I think of paths of responsibility, and love – its deceits and instability matched against needs. Circumstance, trust and dysfunction, of cultural embeddedness,


A young man waits for his mother to finish Bingo late one Friday night. His dreams of other worlds do not move him from his duty to his mother .

Does this journey of moments and narratives condense a life from conception till death?

Life as a reflection of known parts;  memories from the archives;   conscious memory weighs heavily;  ‘happy birthday’ becomes a now forgotten sunrise –


“Don’t leave!” I hear a cry in despair – but I am already gone. My heart broken for the agony of those left behind.

“You’ve done well,” others say.

But mine is transient occupation. My travelling companion a photograph, a vehicle for reflection from which I have constructed a memory from then until now. Always now. Never a future with such a companion for traveling distant lands .The Tsunami is not new to memory.  Slippages flood histories then remade for convenience, or re-imposed values, with tremors remaining as inscribed geologies .


What else?


“Travellers hitch rides
Boats carry the travellers
Tides carry the flotsam
The known is invaded
Histories of descriptive observation are re-arranged

Birds glide the harbour

The sunset brings the moon – it spans the night, and greets the sunrise.”

The Rainmaker drops its bucket.

The smell of damp earth invades my room – it is, as it has always been.
I notice a small cut in my hand, reddening slightly and I wash it with an antiseptic solution.

Leviathan rising –

“your not prepared for this – the master plan hasn’t worked – your not prepared”
I am not the victim here, I remind myself.
Loss, ruins, winds, tide, time, truth, death takes the memories.


Is that my photograph?


The record is fractured.  "One can look for the person in the attitude,"  another says ,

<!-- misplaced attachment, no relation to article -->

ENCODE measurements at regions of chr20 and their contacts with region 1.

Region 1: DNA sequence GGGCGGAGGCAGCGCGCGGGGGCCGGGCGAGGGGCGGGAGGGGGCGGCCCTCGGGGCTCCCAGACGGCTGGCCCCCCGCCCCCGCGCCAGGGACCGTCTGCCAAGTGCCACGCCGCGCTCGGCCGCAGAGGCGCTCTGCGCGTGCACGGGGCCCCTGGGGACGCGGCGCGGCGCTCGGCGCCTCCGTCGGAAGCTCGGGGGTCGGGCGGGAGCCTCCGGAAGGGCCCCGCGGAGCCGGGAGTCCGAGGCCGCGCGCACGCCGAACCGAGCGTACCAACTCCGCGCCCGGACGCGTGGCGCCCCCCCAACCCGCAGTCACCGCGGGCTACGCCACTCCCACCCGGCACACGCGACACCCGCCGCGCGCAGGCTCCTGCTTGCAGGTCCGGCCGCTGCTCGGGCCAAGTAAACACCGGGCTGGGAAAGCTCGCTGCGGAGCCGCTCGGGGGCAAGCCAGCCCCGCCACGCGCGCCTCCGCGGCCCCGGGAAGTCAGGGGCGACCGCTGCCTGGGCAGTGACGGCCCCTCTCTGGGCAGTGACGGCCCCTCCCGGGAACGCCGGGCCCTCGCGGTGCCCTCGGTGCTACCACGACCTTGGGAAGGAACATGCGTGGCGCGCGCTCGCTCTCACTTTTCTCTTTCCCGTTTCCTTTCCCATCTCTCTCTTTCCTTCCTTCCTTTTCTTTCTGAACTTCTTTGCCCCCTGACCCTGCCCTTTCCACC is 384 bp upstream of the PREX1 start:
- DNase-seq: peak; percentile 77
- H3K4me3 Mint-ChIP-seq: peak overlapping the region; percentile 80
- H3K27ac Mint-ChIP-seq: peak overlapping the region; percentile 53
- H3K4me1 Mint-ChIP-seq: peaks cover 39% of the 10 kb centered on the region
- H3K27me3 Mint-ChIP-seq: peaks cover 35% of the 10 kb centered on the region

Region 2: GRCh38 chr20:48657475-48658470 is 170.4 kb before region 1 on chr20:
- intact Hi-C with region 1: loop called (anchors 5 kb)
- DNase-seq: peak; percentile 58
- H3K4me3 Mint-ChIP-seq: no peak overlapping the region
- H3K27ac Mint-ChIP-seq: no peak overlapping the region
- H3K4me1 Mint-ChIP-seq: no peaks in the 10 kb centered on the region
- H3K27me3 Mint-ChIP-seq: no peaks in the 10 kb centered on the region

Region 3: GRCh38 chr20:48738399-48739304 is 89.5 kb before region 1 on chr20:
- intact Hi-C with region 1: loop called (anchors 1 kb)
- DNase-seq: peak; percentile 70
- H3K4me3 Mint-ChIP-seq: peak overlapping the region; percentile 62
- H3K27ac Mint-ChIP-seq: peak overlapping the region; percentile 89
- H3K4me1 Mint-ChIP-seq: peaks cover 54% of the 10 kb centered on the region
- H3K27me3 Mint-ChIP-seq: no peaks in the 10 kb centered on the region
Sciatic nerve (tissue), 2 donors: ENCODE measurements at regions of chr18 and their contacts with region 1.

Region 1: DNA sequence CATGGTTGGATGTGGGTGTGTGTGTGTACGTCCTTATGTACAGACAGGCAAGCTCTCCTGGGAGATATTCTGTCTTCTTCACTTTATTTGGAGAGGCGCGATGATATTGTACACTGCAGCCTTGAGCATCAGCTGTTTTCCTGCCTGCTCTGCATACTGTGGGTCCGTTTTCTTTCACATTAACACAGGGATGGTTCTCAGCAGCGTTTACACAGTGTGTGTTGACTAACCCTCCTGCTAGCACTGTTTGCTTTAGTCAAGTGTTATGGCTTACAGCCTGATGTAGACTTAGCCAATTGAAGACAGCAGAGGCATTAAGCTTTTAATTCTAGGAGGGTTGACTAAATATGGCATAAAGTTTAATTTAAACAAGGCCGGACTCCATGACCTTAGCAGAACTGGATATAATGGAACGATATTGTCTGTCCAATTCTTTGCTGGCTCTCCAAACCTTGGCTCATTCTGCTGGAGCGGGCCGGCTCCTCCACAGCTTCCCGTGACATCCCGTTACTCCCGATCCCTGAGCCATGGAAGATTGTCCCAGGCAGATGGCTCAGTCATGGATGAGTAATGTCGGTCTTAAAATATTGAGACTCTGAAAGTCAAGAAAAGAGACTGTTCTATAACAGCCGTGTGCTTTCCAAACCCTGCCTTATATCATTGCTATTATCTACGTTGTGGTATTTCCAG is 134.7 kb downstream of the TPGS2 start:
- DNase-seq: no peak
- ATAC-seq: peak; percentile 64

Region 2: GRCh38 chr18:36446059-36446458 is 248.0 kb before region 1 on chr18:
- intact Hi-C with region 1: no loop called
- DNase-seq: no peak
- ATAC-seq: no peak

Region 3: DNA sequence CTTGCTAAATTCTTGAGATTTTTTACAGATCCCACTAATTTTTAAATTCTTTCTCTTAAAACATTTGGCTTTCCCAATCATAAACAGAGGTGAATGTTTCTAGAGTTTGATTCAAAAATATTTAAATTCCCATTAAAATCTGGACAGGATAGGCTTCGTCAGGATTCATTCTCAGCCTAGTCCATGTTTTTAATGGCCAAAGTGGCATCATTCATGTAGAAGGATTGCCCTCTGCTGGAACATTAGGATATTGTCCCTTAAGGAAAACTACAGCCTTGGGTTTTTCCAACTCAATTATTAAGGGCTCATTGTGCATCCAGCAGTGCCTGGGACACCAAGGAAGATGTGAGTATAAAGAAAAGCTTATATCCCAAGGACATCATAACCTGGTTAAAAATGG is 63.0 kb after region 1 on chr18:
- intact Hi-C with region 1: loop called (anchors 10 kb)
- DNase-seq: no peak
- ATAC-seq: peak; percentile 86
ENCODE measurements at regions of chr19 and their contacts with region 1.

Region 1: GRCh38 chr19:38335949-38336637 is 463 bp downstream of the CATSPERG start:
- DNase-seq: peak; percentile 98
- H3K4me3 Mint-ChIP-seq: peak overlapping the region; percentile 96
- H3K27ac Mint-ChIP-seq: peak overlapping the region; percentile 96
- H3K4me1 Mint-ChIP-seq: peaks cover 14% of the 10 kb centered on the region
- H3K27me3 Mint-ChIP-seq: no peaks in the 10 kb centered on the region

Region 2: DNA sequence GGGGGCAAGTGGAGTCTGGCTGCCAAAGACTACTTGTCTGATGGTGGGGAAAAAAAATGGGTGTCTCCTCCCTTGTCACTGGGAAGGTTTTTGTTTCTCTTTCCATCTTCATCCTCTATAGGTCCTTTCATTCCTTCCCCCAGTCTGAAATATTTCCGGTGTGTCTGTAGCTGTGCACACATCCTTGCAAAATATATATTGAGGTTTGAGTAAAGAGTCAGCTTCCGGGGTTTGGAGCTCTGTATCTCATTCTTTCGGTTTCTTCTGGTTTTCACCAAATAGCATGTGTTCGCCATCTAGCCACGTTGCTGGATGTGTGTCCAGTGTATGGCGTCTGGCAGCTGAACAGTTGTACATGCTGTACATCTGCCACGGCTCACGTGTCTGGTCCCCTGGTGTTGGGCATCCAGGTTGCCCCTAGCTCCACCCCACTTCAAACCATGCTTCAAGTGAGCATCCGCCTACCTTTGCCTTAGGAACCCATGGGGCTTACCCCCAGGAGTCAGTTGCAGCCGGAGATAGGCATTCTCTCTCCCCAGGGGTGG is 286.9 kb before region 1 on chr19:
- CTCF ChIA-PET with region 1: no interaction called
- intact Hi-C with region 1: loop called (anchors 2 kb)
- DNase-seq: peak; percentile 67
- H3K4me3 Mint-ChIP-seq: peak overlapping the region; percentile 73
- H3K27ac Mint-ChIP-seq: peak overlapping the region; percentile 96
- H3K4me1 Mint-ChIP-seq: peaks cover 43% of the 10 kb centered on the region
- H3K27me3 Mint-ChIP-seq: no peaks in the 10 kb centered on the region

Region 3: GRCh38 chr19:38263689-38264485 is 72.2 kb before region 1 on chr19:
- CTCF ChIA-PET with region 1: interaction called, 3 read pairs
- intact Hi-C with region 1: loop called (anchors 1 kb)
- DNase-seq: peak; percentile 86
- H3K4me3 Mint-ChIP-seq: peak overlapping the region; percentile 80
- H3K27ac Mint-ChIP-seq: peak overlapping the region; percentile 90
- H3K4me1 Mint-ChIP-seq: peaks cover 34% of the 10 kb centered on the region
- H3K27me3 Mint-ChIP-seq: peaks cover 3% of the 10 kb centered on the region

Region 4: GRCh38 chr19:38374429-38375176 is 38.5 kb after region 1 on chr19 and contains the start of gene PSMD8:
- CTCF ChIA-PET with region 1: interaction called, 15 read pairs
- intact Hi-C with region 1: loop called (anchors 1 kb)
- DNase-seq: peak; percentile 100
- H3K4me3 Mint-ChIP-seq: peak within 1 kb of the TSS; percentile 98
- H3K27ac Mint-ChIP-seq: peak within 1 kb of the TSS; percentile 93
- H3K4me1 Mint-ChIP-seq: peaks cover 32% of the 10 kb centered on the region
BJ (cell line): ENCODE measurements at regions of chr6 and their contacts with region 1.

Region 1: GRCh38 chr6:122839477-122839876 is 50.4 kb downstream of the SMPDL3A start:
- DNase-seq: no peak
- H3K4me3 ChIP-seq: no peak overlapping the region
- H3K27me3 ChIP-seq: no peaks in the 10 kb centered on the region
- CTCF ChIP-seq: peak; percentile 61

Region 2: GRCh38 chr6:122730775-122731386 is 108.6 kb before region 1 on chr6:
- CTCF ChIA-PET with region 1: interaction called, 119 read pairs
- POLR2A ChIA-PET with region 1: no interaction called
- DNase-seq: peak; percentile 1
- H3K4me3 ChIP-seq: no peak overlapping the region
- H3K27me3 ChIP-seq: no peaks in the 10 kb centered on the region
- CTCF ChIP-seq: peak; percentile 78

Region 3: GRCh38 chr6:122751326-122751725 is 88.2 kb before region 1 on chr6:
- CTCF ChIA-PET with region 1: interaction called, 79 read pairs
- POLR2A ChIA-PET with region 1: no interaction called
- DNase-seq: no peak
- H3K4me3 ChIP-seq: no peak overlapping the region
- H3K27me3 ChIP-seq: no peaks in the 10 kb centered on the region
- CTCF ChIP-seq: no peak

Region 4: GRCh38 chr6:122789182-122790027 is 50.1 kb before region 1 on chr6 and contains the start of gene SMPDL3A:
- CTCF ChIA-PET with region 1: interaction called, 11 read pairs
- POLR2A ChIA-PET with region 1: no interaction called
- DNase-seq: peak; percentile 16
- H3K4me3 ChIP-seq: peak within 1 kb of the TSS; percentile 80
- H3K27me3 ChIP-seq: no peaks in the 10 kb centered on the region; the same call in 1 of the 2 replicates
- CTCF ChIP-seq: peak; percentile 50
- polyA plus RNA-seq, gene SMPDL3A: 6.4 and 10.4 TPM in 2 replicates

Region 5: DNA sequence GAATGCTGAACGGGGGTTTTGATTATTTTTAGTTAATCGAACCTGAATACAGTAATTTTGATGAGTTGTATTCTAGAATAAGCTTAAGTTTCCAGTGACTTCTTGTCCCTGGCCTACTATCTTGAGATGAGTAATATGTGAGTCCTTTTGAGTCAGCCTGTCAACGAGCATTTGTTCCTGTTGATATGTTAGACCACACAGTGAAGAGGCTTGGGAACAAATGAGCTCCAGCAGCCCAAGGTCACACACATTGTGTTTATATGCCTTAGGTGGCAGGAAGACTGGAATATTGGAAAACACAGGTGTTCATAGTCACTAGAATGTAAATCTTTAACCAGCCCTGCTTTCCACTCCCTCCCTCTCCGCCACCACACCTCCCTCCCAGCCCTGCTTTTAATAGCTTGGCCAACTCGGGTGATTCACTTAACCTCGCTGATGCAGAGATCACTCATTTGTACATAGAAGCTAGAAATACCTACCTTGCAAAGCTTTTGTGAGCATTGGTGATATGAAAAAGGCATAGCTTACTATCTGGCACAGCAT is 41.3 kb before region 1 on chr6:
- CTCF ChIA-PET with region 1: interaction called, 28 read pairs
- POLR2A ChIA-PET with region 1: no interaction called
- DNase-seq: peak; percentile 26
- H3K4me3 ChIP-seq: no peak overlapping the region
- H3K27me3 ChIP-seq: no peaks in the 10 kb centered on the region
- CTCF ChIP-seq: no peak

"I can see your eyes."


That night the coral spawn. The Palolo have risen. Its breadfruit season. Local talk increasingly mentions hurricanes.  The sea temperature forces the fish to find shade in deeper and cooler depths. The hot days clear the baking streets of people and dogs.  The heat rises from the concrete covered wharfs surrounding the harbour, matching that from above,

The ocean is limpid with heat.  The island swelters in the breathless late November morning.  Days are planned around refuge.To walk outside is to feel the moisture being sucked from the skin, as though being roasted in a slow oven.


Psychological effects of long distance voyaging


The need for personal space where no one can enter without permission.
The need to find shelter from the rain and the sun
The changes of eating habits when choices of food sources are fixed and rationed.
The tolerance of other voyages.
Routine, within boredom, via activity for the mind and hands countered by reading books, carving wood tying knots, playing instruments and singing songs.
A sense of danger.

Once the voyage begins, the tension lessens.


Rain clouds are illuminated,  meeting the sea. The water is full of fecund heat and eternalness and gently meets the land with its warm breeze.
A rainbow traps the last rays of the setting sun; the wind freshens as the cool air of the coming change meets the rising warmth from the blood temperature ocean. A small white bird wings its way home. There is a symphony of gesture;  moods challenge.
The light has its own volition.  I run before the wind. Dawn is red, with an intensity as thick as the cloud over the Rainmaker.